The Clovelly Country Club Story


The idea of a club history has been in the minds of many connected with Clovelly for some time. Those who recall the Club in its early days when it was virtually a club without a clubhouse, and later, in the immedi­ately pre-War years when things were a little easier, during the War years, the post-War years, the post-fire years and so on, are convinced that Clovelly does have, moreover, a ‘history’ which thoroughly deserves the telling.

The writer of the present one has, indeed, told the Chairman that, although the name Clovelly was formerly nothing to her except a suburban railway station ‘somewhere out Fish Hoek way’, she has since realised that its history, for sheer drama, variety, and as a record of progress against seemingly overwhelming odds, beats that of the Crusades, the Norman Conquest, and the Great Trek.

Naturally she would not have been able to carry out this assignment had it not been for the co-operation of a great many people who gave up their time to tell her about the Club in other days. Pre-eminent among these were Mr I Joelson and Dr E Greenwall, together with a great many past Chairmen and others who had assisted in getting Clovelly on its feet, ladies who had been instrumental in building up the ladies’ bowling and golf sections and, of course, Phyllis and Maurice Bodmer. She was also fortunate in obtaining the co-operation of Westlake Golf Club, which made it possible for her to ‘fill in’ many of the details of the Club’s earliest history which would otherwise have been missing.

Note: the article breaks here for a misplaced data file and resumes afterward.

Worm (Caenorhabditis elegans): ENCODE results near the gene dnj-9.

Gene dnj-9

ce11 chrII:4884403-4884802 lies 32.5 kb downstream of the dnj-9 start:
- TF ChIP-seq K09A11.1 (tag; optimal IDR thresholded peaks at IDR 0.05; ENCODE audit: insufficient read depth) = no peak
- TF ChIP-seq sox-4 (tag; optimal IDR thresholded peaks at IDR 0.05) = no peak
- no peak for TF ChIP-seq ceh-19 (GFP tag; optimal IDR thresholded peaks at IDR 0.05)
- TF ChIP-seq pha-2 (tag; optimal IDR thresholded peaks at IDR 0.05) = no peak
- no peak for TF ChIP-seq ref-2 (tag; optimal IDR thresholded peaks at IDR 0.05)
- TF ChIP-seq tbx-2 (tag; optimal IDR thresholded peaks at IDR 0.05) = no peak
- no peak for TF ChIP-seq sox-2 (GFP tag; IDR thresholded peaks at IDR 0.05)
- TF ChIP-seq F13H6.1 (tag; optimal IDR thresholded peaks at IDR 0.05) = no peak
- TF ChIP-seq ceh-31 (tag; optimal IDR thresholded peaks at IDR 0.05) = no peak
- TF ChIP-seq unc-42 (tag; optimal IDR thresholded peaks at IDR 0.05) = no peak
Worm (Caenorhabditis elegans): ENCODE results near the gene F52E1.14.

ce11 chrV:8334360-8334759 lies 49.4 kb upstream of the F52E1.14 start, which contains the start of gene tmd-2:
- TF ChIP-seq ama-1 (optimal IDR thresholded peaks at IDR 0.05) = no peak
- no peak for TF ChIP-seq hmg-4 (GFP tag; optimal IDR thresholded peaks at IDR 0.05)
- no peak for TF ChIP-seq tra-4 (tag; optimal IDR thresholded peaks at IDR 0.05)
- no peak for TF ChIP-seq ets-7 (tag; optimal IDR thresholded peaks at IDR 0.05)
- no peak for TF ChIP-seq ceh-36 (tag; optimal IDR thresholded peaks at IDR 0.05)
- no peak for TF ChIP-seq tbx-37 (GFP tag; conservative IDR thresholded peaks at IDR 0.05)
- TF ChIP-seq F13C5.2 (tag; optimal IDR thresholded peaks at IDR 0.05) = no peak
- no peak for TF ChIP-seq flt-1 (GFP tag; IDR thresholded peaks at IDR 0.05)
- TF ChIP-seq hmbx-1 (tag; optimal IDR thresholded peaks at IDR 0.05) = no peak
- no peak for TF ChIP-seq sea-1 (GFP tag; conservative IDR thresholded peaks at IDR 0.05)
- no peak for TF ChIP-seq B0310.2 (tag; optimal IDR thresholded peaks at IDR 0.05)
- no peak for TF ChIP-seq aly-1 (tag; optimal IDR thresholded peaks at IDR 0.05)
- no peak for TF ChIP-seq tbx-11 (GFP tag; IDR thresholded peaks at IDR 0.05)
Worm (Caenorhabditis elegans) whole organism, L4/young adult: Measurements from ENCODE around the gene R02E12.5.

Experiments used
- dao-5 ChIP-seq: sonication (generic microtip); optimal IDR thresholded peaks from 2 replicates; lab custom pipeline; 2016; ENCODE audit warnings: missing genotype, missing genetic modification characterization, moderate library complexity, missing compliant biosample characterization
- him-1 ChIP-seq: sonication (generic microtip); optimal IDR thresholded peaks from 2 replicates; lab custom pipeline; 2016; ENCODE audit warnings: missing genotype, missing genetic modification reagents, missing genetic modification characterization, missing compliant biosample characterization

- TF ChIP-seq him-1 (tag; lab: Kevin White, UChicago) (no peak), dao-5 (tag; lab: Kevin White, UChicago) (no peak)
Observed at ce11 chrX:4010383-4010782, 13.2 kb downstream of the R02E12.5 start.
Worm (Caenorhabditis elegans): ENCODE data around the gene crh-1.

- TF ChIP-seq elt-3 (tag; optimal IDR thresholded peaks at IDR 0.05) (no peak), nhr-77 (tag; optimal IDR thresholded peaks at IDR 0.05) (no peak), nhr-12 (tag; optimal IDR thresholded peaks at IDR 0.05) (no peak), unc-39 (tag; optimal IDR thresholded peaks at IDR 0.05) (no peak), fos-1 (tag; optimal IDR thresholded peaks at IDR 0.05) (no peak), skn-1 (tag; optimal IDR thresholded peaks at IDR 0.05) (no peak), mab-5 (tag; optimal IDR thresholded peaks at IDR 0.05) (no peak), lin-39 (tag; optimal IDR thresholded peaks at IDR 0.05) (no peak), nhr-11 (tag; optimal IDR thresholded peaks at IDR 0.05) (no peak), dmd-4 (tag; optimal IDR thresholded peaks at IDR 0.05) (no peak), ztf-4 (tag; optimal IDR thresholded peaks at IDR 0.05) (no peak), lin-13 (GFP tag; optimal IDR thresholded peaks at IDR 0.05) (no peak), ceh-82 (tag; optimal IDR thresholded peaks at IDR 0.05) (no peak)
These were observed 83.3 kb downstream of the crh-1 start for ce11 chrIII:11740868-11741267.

Our Club historian, Pat Dickson, says that there is very little to say about her – as yet – as she is a career girl who hasn’t had a career, at least not the one she wanted. She describes herself as being ‘on the run from the teaching profession’, having featured in the latter for eight years, first in her home town, East London, and then in the Cape, before she returned to the University of Cape Town to further her studies.

The purpose of this was to obtain qualifications which would enable her to move from high school teaching into teacher-training, but although she finally achieved this goal in 1972, becoming an instructor in a training ­school under the Administration of Coloured Affairs, the writing of two theses (the second being for a Master’s degree, obtained in 1970), in addition to the unexpected success she enjoyed as a free-lance writer of magazine articles during her post-graduate student days, convinced her that she would rather be a professional writer of business histories than a teacher, instructor, or lecturer in anything, to anybody.

In retailing, one speaks of the ‘target customer’.  In bringing out a history of this nature it is hoped to appeal to two kinds of ‘target readers’: the more senior members who actually lived through this history (and who may quarrel with certain details of the story at times!), and the newer members, who found a ‘ready-made’ club, and may have wondered how it got that way.

Clovelly is the embodiment of a certain spirit, compounded not only of good fellowship and a mutual interest in promoting the ends of sport, but also of a special kind of tolerance, and the determination that was needed in days gone by to maintain this good fellowship and this tolerance.

Other clubs may have their histories, but that of Clovelly, like the club itself, is unique. If therefore, those who have joined this Club since World War II would like to know why Clovelly is as it is, one hopes that they will find most of the answers by dipping into the Short History offered here.

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This post is sponsored by Chas Everitt Cape Town South

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